But such detail did not detain the British contingent; indeed, the grand questions seemed at times an unwelcome diversion from the trivia of the game. Were Helmut and John still chums despite everything? Were Mitterrand's motorcycle out-riders revving up outside, to give the impression that he was about to storm out and race across the Siegfried Line back to Paris? In the absence, so far, of a Common Rumour Policy the truth seemed impossible to get at, and the uncertainty became part of the negotiating position.

The essential rule of these events is that every head of government is given enough `He can't decide whether to fight again or stay in pantomime.' goodies- to be able to go to his nation and say what a great triumph he has had. We should not be taken in by claims of British success, and not just because of the conces- sions on the single currency. Were the Gov- ernment to be honest, it would admit that nothing happened at Maastricht to keep Britain off the conveyor belt to federalism; indeed, quite the reverse. There is a view among Mr Major's supporters in the Gov- ernment that this summit has been the beginning of a battle for federalism of which we have yet to see the bloodiest skir- mishes. The wall has been breached on majority voting for foreign policy, and this issue will represent the next great affront to our sovereign dignity. Moreover, federastie assaults will be launched against us in the very way that the EMU ambush took place on Monday; indeed, in much the same way that another Euro-federalist of Austrian origin used to send for the heads of govern- ment of countries he was about to occupy and tell them they were a 'problem' that was exhausting his patience, and which had to be solved forthwith.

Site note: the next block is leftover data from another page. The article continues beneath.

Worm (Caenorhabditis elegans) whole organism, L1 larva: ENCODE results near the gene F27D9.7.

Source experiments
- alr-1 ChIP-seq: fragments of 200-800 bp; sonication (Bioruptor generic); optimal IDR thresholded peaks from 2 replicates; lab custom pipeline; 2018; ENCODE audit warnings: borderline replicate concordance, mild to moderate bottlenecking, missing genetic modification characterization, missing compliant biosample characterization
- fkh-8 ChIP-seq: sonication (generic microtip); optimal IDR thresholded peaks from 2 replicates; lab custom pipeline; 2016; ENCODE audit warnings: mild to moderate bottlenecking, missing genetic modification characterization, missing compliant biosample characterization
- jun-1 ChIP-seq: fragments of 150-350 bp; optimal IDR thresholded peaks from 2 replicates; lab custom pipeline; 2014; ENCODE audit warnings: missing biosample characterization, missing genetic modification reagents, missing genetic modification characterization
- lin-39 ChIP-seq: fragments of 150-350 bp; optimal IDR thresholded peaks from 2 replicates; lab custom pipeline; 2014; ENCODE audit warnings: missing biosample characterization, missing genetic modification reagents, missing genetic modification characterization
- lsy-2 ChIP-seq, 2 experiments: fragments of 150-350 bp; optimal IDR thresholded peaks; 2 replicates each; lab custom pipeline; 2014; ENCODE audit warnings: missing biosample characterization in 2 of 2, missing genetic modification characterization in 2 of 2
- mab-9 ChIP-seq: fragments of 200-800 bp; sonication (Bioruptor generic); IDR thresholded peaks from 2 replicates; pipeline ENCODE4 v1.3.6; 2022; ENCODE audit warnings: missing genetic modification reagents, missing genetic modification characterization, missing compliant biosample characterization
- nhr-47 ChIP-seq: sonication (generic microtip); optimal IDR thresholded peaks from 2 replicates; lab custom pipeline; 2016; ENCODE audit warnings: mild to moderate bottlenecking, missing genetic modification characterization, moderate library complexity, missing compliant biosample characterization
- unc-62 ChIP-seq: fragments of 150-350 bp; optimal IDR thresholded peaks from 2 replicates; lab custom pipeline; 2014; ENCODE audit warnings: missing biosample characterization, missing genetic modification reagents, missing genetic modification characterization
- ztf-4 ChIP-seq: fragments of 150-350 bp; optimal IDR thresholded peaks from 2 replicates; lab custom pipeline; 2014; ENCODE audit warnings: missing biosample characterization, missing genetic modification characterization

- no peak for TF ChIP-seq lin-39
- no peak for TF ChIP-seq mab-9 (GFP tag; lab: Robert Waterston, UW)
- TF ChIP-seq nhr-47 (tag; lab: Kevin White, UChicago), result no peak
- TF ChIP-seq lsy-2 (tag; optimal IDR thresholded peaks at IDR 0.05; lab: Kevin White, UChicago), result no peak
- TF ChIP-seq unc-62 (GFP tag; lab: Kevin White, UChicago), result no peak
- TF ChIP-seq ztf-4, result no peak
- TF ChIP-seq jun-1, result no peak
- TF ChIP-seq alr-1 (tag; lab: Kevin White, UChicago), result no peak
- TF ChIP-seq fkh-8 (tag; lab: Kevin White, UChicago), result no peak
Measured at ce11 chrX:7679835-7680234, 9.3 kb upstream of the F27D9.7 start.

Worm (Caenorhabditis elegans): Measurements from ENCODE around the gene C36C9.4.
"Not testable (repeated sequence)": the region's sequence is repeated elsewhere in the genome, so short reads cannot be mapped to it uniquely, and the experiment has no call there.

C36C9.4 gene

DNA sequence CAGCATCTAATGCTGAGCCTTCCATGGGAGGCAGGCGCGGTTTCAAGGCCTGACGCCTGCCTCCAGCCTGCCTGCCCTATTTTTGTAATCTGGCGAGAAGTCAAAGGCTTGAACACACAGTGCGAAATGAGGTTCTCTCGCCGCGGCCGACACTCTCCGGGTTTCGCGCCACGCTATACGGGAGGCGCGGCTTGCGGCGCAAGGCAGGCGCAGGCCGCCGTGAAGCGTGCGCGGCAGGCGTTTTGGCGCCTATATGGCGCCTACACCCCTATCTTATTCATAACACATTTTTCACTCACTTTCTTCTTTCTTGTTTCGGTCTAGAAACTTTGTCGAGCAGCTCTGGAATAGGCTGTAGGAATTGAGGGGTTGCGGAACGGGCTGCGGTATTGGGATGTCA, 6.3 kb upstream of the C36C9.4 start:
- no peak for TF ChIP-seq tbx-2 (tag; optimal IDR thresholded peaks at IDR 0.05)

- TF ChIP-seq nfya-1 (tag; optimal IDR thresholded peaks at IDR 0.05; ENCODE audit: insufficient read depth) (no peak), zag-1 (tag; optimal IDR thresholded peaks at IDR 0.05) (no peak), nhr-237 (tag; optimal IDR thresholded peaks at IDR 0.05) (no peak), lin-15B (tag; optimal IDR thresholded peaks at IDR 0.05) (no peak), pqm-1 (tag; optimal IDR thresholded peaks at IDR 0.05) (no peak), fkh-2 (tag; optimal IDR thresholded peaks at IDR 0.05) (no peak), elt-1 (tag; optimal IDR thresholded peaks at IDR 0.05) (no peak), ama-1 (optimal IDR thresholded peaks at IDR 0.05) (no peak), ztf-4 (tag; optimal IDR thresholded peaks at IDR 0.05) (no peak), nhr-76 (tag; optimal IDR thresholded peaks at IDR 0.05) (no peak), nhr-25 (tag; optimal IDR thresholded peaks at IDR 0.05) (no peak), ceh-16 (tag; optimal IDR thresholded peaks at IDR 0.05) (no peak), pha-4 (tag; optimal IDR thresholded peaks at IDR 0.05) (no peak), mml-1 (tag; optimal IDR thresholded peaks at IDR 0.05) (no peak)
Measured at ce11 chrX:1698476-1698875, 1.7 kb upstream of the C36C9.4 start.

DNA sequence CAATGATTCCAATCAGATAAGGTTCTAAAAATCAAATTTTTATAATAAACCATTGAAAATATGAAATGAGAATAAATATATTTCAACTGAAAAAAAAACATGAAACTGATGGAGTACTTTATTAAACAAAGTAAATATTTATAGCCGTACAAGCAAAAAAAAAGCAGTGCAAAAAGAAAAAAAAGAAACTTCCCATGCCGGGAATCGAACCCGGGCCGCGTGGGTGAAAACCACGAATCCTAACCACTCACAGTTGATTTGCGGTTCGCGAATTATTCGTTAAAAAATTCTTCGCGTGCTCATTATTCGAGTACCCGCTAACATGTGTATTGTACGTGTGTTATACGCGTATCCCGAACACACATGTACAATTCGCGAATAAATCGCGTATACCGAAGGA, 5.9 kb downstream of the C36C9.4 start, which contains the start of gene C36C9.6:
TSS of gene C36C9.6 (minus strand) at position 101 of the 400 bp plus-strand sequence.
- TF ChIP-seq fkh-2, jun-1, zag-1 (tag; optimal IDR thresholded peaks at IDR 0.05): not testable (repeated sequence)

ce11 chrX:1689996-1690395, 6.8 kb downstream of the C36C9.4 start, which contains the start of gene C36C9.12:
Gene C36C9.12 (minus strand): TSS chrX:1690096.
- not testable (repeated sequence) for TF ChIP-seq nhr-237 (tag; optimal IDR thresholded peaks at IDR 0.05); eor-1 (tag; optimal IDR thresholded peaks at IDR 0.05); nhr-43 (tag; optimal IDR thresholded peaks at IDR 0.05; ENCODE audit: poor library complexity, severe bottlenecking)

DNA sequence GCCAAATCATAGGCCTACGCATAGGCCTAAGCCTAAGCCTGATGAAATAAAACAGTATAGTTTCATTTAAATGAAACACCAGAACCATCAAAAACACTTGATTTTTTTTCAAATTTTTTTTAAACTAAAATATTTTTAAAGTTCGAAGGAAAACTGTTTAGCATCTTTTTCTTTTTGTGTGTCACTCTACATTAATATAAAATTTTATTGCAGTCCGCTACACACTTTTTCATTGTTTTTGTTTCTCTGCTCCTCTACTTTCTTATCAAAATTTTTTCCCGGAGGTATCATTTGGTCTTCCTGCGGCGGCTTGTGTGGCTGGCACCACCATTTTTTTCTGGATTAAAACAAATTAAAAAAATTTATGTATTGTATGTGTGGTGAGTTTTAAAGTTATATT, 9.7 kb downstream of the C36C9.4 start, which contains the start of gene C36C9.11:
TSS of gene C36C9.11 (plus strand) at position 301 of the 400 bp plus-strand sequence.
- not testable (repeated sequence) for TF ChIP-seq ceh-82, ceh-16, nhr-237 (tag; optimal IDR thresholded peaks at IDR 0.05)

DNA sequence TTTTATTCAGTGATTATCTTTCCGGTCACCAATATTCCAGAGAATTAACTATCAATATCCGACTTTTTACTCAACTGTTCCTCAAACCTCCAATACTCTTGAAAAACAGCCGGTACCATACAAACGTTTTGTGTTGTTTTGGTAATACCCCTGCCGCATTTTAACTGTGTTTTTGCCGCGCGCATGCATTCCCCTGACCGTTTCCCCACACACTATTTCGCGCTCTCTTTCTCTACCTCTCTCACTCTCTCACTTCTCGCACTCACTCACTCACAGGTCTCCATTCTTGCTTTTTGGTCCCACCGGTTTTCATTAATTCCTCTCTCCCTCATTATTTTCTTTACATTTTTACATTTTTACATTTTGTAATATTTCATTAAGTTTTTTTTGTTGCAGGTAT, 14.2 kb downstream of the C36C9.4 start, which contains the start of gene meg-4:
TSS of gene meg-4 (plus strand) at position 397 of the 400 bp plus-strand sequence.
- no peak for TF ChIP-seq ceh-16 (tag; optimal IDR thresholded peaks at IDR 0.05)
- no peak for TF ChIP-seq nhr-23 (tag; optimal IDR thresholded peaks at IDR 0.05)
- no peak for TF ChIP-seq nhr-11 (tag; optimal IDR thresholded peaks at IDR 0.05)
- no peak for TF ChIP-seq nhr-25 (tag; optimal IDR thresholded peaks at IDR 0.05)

It is to the Government's credit that it is aware of the fight still to come against fed- eralism; and, at least, in its battle on the fundamental (but secondary) issue of the social dimension it has shown it does not lack guts. However, it came to Maastricht as an opportunist, prepared to defend assaults but to make none of its own, and rely — not entirely unsuccessfully — on provoking others, on the age-old Foreign Office principle of divide and, if at all pos- sible, rule. It had no aim to work for except to try to ensure its re-election. The Government must, though, try to find a higher aim for life after the election. The best way to stop the federalist design is to make the EEC utterly unsuited to it, and to ensure that such accelerators to federal- ism as the single currency do not remain feasible. It can best do this by advancing the claims of Poland, Hungary, Czechoslo- vakia and (why not?) the Ukraine and Rus- sia to come into a club that is, otherwise, looking more and more like a conspiracy of bloated and exclusive collectivists. The for- mer socialist command economies have an enthusiasm for free markets and constitu- tions that would provide the healthiest cor- rective to the new Franco-German imperi- alism, if we are afraid to combat it by more direct means.